Fourth Circuit Guts National Security Investigative Journalism Everywhere It Matters

The Fourth Circuit — which covers CIA, JSOC, and NSA’s territory — just ruled that journalists who are witnesses to alleged crimes (or participants, the opinion ominously notes) must testify in the trial.

There is no First Amendment testimonial privilege, absolute or qualified, that protects a reporter from being compelled to testify by the prosecution or the defense in criminal proceedings about criminal conduct that the reporter personally witnessed or participated in, absent a showing of bad faith, harassment, or other such non-legitimate motive, even though the reporter promised confidentiality to his source.

With this language, the Fourth applies the ruling in Branzburg — which, after all, pertained to the observation of a drug-related crime — to a news-gathering activity, the receipt of classified information for all the states in which it most matters.

The opinion goes on to echo DOJ’s claims (which I recalled just yesterday) that Risen’s testimony is specifically necessary.

Indeed, he can provide the only first-hand account of the commission of a most serious crime indicted by the grand jury –- the illegal disclosure of classified, national security information by one who was entrusted by our government to protect national security, but who is charged with having endangered it instead.

[snip]

There is no dispute that the information sought from Risen is relevant. Moreover, it “can[not] be obtained by alternative means.” Id. at 1139. The circumstantial evidence that the government has been able to glean from incomplete and inconclusive documents, and from the hearsay statements of witnesses with no personal or first-hand knowledge of the critical aspects of the charged crimes, does not serve as a fair or reasonable substitute.

[snip]

Risen is the only eyewitness to the crime. He is inextricably involved in it. Without him, the alleged crime would not have occurred, since he was the recipient of illegally-disclosed, classified information. And it was through the publication of his book, State of War, that the classified information made its way into the public domain. He is the only witness who can specify the classified information that he received, and the source or sources from whom he received it.

[snip]

Clearly, Risen’s direct, first-hand account of the criminal conduct indicted by the grand jury cannot be obtained by alternative means, as Risen is without dispute the only witness who can offer this critical testimony.

This language will enhance the strength of the reservation DOJ made to its News Media Policies, allowing it to require testimony if it is essential to successful prosecution.

The only limit on the government’s authority to compel testimony under this opinion is if the government is harassing the journalist, which (with proof of the way the government collected phone records, which remains secret) might have been proven in this case. There is a strong case to be made that the entire point of this trial is to put James Risen, not Jeffrey Sterling, in jail. But Leonie Brinkema has already ruled against it. I think the subpoena for 20 AP phone lines might rise to that level as well, except that case is being investigated in the DC Circuit, where this ruling doesn’t apply.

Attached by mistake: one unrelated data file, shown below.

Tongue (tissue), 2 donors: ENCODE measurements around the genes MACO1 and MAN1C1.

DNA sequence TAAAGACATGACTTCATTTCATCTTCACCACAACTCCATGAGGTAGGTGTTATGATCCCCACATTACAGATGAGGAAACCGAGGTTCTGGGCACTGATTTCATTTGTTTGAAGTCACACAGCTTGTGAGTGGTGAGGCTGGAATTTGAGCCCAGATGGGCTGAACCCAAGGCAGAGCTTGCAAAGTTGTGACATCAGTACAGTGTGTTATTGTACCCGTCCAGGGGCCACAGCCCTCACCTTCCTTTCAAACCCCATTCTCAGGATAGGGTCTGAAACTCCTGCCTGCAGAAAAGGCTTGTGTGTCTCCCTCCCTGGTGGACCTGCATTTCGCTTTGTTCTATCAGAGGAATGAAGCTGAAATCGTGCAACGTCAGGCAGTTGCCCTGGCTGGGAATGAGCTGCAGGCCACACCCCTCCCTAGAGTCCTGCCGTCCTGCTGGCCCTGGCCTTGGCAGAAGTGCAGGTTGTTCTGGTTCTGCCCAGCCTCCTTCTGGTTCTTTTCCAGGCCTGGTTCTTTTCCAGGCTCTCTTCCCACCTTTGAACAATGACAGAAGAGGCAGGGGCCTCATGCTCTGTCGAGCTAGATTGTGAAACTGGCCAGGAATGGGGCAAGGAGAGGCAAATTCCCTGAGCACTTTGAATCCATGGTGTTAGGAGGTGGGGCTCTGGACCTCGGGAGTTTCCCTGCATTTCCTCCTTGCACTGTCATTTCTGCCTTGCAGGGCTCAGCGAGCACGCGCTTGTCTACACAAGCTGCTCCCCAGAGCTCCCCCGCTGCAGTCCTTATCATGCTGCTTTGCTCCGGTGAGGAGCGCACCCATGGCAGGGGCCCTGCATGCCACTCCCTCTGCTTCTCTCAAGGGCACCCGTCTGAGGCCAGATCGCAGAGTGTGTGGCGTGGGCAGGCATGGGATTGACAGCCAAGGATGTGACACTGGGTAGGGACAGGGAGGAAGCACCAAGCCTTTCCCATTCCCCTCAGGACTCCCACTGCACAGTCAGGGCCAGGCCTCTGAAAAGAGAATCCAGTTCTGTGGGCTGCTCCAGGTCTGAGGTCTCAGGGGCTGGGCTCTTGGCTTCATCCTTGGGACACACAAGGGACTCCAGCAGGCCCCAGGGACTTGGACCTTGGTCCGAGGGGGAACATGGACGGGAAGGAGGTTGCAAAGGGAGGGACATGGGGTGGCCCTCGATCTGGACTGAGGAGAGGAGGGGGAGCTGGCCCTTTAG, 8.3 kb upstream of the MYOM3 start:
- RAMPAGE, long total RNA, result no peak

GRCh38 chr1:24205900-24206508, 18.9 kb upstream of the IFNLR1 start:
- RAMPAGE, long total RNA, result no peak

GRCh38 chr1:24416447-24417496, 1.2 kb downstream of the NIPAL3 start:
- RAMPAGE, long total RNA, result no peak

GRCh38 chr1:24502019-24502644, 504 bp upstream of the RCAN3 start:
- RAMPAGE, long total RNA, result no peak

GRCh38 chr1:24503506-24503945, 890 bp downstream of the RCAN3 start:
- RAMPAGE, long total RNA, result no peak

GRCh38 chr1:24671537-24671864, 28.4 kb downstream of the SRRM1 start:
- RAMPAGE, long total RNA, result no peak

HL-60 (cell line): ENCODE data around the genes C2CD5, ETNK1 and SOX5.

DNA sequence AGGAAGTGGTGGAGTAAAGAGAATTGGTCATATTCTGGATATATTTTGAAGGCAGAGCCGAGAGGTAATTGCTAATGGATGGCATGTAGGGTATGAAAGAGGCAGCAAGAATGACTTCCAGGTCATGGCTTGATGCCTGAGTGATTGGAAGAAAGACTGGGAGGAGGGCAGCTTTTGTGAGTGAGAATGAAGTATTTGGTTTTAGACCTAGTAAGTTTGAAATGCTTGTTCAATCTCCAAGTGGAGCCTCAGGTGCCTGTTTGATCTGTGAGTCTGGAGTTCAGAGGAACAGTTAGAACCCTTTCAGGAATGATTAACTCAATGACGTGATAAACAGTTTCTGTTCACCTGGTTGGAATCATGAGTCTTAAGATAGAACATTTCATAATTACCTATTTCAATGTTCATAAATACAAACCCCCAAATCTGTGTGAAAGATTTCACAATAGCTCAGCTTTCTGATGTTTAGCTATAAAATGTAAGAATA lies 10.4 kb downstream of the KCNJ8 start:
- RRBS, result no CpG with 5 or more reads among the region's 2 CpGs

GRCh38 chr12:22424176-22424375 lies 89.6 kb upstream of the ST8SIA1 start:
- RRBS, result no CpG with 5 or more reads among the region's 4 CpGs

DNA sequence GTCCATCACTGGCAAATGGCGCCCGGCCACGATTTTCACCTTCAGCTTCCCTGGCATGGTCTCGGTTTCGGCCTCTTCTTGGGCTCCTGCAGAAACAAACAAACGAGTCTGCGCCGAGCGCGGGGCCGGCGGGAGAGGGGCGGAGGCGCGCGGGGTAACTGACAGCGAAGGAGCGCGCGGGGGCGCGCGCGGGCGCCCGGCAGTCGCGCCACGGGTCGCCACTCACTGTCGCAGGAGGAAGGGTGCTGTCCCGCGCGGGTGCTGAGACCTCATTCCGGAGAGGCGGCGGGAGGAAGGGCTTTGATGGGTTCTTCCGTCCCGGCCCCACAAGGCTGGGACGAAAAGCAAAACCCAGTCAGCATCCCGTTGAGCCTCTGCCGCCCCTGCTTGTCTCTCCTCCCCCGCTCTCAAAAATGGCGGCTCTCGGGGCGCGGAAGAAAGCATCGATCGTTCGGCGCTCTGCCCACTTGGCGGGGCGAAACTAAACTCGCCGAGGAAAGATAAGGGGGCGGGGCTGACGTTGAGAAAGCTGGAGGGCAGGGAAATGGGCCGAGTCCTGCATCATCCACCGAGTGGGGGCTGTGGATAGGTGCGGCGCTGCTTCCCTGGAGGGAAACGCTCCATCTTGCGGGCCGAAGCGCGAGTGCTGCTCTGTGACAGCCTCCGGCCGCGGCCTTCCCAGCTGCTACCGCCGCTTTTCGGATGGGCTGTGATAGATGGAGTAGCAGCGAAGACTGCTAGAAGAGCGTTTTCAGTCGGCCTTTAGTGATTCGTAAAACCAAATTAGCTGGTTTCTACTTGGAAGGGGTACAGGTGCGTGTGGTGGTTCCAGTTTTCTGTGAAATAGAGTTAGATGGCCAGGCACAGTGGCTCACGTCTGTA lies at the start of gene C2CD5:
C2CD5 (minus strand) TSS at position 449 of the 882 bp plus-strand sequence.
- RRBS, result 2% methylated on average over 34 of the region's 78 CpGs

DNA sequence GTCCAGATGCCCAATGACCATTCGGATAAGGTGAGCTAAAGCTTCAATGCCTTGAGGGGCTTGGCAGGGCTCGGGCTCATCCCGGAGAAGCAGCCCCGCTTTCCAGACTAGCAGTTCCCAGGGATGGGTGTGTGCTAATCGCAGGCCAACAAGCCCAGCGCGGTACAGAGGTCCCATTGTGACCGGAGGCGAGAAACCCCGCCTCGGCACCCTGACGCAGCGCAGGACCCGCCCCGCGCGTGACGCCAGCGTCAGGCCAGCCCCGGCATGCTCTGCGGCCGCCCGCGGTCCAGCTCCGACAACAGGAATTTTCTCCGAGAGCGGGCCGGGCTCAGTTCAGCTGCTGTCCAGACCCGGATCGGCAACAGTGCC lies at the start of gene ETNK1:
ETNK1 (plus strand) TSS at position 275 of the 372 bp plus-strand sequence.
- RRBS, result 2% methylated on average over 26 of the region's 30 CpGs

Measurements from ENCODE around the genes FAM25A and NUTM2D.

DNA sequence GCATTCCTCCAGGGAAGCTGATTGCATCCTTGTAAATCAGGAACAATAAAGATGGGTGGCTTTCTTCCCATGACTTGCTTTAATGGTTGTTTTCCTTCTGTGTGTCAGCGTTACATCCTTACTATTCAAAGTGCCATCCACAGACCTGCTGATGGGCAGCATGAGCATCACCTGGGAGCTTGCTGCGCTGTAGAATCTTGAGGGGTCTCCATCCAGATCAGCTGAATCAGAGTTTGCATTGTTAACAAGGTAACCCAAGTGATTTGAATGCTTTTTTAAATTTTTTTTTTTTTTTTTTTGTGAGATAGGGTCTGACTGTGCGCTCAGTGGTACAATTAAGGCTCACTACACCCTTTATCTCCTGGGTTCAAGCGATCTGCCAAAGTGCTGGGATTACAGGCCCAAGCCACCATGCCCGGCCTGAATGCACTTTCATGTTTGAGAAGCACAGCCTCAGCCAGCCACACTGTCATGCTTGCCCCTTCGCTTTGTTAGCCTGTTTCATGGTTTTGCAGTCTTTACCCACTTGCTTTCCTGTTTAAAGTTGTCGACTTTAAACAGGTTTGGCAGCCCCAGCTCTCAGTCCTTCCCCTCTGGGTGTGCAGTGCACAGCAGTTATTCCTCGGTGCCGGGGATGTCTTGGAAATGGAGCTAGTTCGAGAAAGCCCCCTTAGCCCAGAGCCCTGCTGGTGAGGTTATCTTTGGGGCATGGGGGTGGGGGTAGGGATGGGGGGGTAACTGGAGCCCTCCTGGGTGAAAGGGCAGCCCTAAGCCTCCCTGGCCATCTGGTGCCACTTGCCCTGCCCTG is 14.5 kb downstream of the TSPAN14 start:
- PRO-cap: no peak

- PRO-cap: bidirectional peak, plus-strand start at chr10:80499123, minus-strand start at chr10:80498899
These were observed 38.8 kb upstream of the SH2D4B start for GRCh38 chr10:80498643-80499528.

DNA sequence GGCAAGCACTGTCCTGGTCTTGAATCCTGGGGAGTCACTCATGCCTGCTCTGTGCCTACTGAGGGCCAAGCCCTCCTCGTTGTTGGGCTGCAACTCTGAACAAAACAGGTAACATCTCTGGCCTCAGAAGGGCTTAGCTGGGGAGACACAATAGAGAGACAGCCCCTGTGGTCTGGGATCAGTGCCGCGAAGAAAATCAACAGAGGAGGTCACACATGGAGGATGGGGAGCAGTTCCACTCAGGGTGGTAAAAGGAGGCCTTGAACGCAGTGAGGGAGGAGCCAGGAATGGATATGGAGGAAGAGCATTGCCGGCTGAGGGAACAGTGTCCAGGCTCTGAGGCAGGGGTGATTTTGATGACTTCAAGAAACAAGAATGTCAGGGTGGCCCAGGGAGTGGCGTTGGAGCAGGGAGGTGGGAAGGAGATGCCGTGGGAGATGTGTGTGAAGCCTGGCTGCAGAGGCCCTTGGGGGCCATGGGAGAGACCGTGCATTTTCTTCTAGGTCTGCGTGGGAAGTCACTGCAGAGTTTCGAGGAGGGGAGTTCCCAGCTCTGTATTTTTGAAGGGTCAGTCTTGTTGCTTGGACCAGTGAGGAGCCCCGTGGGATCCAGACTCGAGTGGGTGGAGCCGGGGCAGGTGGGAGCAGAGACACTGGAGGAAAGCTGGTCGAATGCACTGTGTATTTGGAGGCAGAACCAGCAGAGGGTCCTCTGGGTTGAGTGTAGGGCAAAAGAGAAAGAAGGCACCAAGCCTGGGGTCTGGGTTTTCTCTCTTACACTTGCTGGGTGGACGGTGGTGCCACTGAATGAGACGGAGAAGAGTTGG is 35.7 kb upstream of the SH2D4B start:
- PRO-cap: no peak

This pretty much guts national security journalism in the states in which it matters.

Golly. It was just last week when the press believed DOJ’s News Media Guidelines would protect the press’ work.

Tweet about this on Twitter0Share on Reddit0Share on Facebook0Google+3Email to someone

32 Responses to Fourth Circuit Guts National Security Investigative Journalism Everywhere It Matters

  • 1
  • 2
  • 3
  • 4
  • 5
  • 6
  • 7
  • 8
  • 9
  • 10
  • 11
  • 12
  • 13
  • 14
  • 15
  • 16
  • 17
  • 18
  • 19
  • 20
  • 21
  • 22
  • 23
  • 24
  • 25
  • 26
  • 27
  • 28
  • 29
  • 30
  • 31
  • 32
Emptywheel Twitterverse
bmaz To Secretary Kerry @StateDept and the US team, get the Iran deal done now, best wishes John! https://t.co/HH5BMSriuk
23mreplyretweetfavorite
bmaz @fordm And who said a guy that looks like he is from Herman's Hermits couldn't be an important world figure?
33mreplyretweetfavorite
emptywheel RT @docexblog: The great @emptywheel on @cunylawschool clinic's #FOIA litigation against National Security Council https://t.co/DWNkxecsIZ
1hreplyretweetfavorite
bmaz @robertcaruso Both are stupid. Sue meeee!
2hreplyretweetfavorite
bmaz Seconded RT @JeffreyToobin When "religious liberty" was used to justify racism. Important piece by @imillhiser http://t.co/By8Z6dcJG2
2hreplyretweetfavorite
emptywheel @WaltAuvil Yup. But for some reason NSC doesn't want to admit VP was making decisions reserved to POTUS.
2hreplyretweetfavorite
emptywheel @ColMorrisDavis Both you & I know it went like: Dick: Do it. Bush, Yoo, Rice, Gonzales: Yes sir. But NSC doesn't want to explain that now
3hreplyretweetfavorite
emptywheel The Torture Report said NSC authorized torture. NSC's lawyer now claiming it didn't. https://t.co/yNb8TvoAJJ Did ANYBODY authorize torture?
3hreplyretweetfavorite
bmaz So @emptywheel https://t.co/fyycjPoS7a + @joshgerstein http://t.co/bc70AU2Knr have dueling awesome, but different FOIA stories out today.
3hreplyretweetfavorite
emptywheel RT @chrisgeidner: States w no marriage equality now: AR, GA, KY, LA, MI, MS, ND, NE, OH, SD, TN, TX. States w range of partial marriage equ…
3hreplyretweetfavorite
emptywheel In an effort to kill a drone FOIA, NSC's lawyer argues here that CIA bears all legal responsibility for torture. https://t.co/yNb8TvoAJJ
3hreplyretweetfavorite
bmaz @Ali_Gharib If the Iranians think Congress has precluded real sanctions relief, that is a huge game changer.
4hreplyretweetfavorite
July 2013
S M T W T F S
« Jun   Aug »
 123456
78910111213
14151617181920
21222324252627
28293031